Last month in this column we reviewed the process by which a New Yorker’s estate passes when there is no will in place. In this article, we will discuss the benefits of having a last will and testament in place.
A last will and testament, when properly completed and supervised by an attorney, can meet many estate planning goals that cannot be met if there is no will in place. Some advantages to having a will include the ability to change the estate plan since the rules of intestacy will not apply; creating a will with an attorney is relatively easy, customizable, and can be changed; and a last will and testament can be drafted to make provisions for minor children or disabled loved ones who either could not, or should not inherit outright.
As you may recall from the last column, in New York, the intestacy statute provides who will inherit a decedent’s property (if no beneficiary or joint owner is named on said property). Often, people wish their estate to pass differently than the intestacy statute delineates. For example, a married person often wants a surviving spouse to inherit the full value of an asset titled in the decedent spouse’s name alone. Without a will in place, the intestacy statute provides for the surviving spouse to inherit the first $50,000.00 and half of the remaining value of an asset, and children to divide the other half. A will can be drafted to change this unwanted outcome, leaving the full value of the asset to a surviving spouse.
Additionally, by completing and executing a will a testator can partially or fully disinherit persons as well. People often have reasons to leave a child of theirs out of the will, for example if that child is estranged or has a substance abuse issue. Alternatively, one’s child may not wish to inherit for the child’s own estate planning reasons, particularly if they have large estates and their own estate plan in place.
If a decedent leaves a disabled child behind any government benefits received by the disabled child could be jeopardized if there were no will, and the disabled child inherits via the intestacy statute. A properly drafted will could include provisions for disabled individuals by including certain testamentary trust clauses, leaving government benefits intact for the disabled child.
A valid last will and testament can include persons who are not blood relatives, and/or charities if that is an important part of one’s estate plan. Often clients have a beloved niece, nephew or friend they would like included. Sometimes a person may wish to include a bequest to a charity, which can be accommodated in a last will and testament.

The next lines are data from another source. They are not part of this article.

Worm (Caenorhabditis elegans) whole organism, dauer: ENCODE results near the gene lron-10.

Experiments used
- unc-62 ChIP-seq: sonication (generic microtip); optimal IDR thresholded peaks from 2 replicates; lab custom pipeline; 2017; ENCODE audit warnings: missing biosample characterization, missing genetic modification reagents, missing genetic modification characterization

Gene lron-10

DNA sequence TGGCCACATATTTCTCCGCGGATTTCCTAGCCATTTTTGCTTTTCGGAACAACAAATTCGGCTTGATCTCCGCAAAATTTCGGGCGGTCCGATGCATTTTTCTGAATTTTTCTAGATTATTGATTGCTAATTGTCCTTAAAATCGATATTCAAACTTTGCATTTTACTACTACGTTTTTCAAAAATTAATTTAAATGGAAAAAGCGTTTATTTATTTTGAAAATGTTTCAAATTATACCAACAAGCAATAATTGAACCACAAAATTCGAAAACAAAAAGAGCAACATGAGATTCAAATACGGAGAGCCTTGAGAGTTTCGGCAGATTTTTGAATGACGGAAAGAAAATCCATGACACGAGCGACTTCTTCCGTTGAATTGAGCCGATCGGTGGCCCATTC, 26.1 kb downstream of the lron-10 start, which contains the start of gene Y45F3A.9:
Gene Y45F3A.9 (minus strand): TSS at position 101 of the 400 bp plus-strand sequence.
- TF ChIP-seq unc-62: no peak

Keep in mind, however, when a person dies with an asset titled in her name alone, with or without a will, surrogate’s court involvement will be necessary. For those estates in which the person died without a will, a process called “estate administration” will be needed before the assets can be distributed. For estates in which there is a valid will, the process is called “probate.” Both processes involve the filing of certain documents with the surrogate’s court in the county in which the decedent resided. Estate administration can involve proving the validity of the decendent’s family tree, perhaps searching for lost relatives, with associated costs for court filings, genealogists and attorney’s fees. Probate can involve proving that a will is valid, can be open to will contests if any party is left less than they would have inherited had there been no will (as per the intestacy statute). So, this discussion has focused on why it is preferable to have a will in place, rather than having no will in place when an individual dies with assets titled in her name alone. Our next column will focus on estate planning with “testamentary substitutes” to avoid estate administration proceedings or probate.
(Nancy Brady, RN, Esq., is a partner in the firm of Brady & Bader LLP. The attorneys can be reached at 1-718-945-7777. The information in this article is general information and is not intended to be legal advice. You should consult with an attorney for specific legal advice).
By Nancy J. BradyBLOG COMMENTS POWERED BY DISQUS